With today’s unanimous decision, the Iowa Supreme Court made Iowa the third state to approve of same sex marriage joining Massachusetts and Connecticut. According to the story in the Washington Post
The decision will be considered final in 21 days unless a rehearing is formally requested. The county that challenged the lower court’s ruling indicated today that it would not file such a request, meaning that same-sex couples likely will be able to obtain marriage licenses in Iowa in three weeks, attorneys for the plaintiffs said.
So what do the defense of marriage folks do now? Richard Kim has a long post on The Nation.com in which he outlines the options and discusses some of the larger political implications.
So now that the Iowa Supreme Court has essentially legalized gay marriage, what’s next? Some right-wingers (like Iowa Congressman Steve King and William Duncan of the Marriage Law Foundation) are already promising to put a defense of marriage amendment in front of Iowa voters. But they have a long road ahead of them. Iowa law says that a constitutional ammendment must pass TWO consecutive sessions of the state legislature before it appears on a ballot. So the earliest one could see a DOMA on the ballot is 2011, but with Democrats in control of both houses and with both the House speaker and the Senate majority leader on record supporting the decision–there’s virtually no chance that such an amendment would even come up for a vote this session.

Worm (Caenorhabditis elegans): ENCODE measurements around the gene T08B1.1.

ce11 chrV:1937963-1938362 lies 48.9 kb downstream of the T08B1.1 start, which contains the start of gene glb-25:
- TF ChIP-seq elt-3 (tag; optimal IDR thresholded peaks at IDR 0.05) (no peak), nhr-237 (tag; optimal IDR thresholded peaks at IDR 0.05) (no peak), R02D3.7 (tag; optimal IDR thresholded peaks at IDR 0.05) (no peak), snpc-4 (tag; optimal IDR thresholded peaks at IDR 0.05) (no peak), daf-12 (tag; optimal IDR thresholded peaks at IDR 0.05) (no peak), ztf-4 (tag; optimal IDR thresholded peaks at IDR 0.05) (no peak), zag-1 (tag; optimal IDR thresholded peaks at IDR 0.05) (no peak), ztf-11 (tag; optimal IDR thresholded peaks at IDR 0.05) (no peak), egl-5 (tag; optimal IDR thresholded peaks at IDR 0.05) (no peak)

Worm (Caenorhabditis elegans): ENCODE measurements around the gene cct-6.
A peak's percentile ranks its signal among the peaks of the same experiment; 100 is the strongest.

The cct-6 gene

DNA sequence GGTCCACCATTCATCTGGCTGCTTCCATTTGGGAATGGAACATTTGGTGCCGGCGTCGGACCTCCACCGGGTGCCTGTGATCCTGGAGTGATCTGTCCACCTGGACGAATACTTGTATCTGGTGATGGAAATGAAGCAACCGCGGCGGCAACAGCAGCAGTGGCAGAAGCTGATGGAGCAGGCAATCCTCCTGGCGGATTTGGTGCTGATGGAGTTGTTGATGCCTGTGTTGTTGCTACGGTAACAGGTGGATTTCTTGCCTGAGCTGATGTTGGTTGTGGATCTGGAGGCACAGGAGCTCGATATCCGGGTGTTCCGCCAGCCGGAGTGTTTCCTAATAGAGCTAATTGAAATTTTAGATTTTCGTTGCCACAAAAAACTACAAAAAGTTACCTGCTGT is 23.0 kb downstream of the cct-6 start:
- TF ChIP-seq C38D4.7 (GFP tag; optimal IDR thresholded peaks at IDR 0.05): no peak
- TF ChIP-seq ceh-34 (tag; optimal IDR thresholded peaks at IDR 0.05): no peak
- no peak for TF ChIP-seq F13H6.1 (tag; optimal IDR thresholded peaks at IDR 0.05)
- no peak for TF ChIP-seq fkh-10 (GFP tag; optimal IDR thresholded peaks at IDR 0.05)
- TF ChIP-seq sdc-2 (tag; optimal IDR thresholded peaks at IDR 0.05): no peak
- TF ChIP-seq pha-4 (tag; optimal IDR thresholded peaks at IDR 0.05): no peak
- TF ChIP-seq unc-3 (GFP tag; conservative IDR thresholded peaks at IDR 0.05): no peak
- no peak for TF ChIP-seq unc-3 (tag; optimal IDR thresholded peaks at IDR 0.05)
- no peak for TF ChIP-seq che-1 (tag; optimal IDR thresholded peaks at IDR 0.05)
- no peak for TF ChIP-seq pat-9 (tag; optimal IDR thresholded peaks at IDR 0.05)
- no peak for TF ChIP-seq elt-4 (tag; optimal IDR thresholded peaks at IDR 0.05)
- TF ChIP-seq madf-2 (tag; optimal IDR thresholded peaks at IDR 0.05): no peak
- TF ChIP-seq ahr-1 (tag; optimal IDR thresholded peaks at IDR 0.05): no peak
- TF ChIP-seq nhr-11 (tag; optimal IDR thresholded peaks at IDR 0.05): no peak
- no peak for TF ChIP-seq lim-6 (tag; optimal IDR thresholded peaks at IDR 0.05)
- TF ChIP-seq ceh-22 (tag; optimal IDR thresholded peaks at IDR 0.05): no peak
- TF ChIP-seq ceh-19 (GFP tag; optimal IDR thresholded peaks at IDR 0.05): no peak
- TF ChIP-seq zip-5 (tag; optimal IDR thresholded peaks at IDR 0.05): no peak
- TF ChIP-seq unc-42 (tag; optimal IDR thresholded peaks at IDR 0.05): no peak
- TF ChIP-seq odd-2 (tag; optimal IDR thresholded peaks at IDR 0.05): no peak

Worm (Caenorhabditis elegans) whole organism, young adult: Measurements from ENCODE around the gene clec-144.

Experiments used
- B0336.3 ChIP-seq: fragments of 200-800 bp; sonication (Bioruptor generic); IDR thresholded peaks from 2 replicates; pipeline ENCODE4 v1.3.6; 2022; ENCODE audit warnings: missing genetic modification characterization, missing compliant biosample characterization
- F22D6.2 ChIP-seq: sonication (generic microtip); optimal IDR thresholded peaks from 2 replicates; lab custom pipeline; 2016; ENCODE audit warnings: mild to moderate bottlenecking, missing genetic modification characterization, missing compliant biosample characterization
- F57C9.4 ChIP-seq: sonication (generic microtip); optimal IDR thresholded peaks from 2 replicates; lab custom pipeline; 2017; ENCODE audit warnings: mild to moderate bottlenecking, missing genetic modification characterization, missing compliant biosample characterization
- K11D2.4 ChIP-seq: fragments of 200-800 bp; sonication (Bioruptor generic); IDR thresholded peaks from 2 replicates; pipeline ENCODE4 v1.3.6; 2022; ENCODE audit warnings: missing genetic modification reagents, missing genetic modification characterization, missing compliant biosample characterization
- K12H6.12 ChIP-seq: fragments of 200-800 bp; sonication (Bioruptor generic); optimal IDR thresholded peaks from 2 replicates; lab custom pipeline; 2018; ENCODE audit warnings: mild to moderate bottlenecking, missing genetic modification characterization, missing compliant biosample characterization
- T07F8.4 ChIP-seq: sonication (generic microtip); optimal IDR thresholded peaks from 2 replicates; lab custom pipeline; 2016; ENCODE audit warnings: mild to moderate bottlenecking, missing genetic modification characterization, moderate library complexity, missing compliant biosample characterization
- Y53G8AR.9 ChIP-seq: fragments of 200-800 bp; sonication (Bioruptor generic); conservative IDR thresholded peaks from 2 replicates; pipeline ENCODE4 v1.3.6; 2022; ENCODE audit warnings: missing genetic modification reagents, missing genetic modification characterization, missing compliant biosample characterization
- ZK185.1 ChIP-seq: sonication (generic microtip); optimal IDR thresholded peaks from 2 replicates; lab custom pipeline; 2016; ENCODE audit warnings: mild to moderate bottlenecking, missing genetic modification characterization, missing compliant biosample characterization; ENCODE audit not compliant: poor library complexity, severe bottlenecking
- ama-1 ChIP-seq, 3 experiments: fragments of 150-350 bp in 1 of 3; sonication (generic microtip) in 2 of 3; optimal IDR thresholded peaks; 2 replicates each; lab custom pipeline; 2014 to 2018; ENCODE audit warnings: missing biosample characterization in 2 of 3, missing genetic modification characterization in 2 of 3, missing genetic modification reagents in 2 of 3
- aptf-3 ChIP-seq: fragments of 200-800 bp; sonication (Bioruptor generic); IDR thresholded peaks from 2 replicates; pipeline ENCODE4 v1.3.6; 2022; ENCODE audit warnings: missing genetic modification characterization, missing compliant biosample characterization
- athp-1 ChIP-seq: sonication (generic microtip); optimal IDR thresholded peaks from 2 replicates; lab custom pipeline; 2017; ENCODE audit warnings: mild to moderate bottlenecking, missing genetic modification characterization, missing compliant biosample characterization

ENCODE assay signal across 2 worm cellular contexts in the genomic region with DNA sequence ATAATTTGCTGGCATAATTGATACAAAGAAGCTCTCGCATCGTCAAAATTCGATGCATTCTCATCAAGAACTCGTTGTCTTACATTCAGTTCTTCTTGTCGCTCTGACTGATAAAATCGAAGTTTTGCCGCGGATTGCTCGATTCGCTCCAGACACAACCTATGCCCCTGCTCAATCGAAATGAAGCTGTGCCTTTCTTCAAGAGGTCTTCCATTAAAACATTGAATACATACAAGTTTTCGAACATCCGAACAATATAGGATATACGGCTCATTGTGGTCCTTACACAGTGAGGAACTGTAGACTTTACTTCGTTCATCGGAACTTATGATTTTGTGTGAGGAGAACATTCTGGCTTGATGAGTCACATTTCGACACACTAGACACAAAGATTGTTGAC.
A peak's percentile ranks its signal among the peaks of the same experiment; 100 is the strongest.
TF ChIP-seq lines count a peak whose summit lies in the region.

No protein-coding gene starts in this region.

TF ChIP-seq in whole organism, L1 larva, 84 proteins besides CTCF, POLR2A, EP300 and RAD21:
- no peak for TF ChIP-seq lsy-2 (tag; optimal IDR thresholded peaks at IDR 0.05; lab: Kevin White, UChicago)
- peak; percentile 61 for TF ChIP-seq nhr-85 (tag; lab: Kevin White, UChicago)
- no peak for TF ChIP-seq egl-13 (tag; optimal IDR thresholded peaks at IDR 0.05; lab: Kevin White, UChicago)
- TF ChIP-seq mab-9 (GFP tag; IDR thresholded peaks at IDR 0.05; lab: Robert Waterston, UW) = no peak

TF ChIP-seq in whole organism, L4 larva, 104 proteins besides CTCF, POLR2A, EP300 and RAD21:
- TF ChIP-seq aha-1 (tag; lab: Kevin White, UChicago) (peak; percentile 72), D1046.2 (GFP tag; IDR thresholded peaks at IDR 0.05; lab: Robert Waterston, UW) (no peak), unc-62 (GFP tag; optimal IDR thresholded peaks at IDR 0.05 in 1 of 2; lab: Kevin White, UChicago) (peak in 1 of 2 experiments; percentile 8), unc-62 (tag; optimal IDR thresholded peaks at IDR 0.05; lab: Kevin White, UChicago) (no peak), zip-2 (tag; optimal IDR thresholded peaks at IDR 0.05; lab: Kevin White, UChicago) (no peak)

That leaves the right-wing with a daunting task: defeat enough Democrats to take control of both houses (Dems currently enjoy a 56-44 and 32-18 advantage), replace them with Christian right Republicans who are willing to champion a marriage amendement and peel off enough remaining Democrats (to offset any moderate GOP defectors) to squeeze through four rounds of yes votes. Only then will they even have the chance to put the issue in front of voters–sometime in 2013 or 2014 if all the stars align. Then, they still have to win that campaign in a political climate in which increasing numbers of voters support gay rights. Oh yeah, and the vote will take place after Iowans have witnessed 5-6 years of ho-hum same-sex nuptials of which the most radical, earth-shaking element is that one of the grooms is a 50-year old church organist named Otter Dreaming (one of the named appellees in the Iowa decision). As Ari Berman points out, Iowa isn’t exactly the hotbed of culture war antagonism–despite being square one for GOP presidential wrangling–so my strong hunch is that Mr. Dreaming’s marriage will endure at least any legal and political challenges.